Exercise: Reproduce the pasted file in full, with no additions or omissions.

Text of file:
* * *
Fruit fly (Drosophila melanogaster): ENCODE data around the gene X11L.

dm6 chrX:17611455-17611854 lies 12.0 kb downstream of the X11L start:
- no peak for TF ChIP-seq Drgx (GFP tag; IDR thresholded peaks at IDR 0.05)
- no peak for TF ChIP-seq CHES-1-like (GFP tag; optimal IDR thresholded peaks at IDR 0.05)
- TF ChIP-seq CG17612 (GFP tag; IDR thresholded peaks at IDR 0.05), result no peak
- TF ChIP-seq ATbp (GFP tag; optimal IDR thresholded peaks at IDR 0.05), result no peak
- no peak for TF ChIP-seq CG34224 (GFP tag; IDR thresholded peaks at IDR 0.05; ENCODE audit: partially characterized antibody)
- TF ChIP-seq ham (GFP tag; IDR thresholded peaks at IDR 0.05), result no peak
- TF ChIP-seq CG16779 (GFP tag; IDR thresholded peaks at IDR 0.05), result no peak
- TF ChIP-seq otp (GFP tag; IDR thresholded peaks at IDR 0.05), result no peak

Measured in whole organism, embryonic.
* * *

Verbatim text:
Fruit fly (Drosophila melanogaster): ENCODE data around the gene X11L.

dm6 chrX:17611455-17611854 lies 12.0 kb downstream of the X11L start:
- no peak for TF ChIP-seq Drgx (GFP tag; IDR thresholded peaks at IDR 0.05)
- no peak for TF ChIP-seq CHES-1-like (GFP tag; optimal IDR thresholded peaks at IDR 0.05)
- TF ChIP-seq CG17612 (GFP tag; IDR thresholded peaks at IDR 0.05), result no peak
- TF ChIP-seq ATbp (GFP tag; optimal IDR thresholded peaks at IDR 0.05), result no peak
- no peak for TF ChIP-seq CG34224 (GFP tag; IDR thresholded peaks at IDR 0.05; ENCODE audit: partially characterized antibody)
- TF ChIP-seq ham (GFP tag; IDR thresholded peaks at IDR 0.05), result no peak
- TF ChIP-seq CG16779 (GFP tag; IDR thresholded peaks at IDR 0.05), result no peak
- TF ChIP-seq otp (GFP tag; IDR thresholded peaks at IDR 0.05), result no peak

Measured in whole organism, embryonic.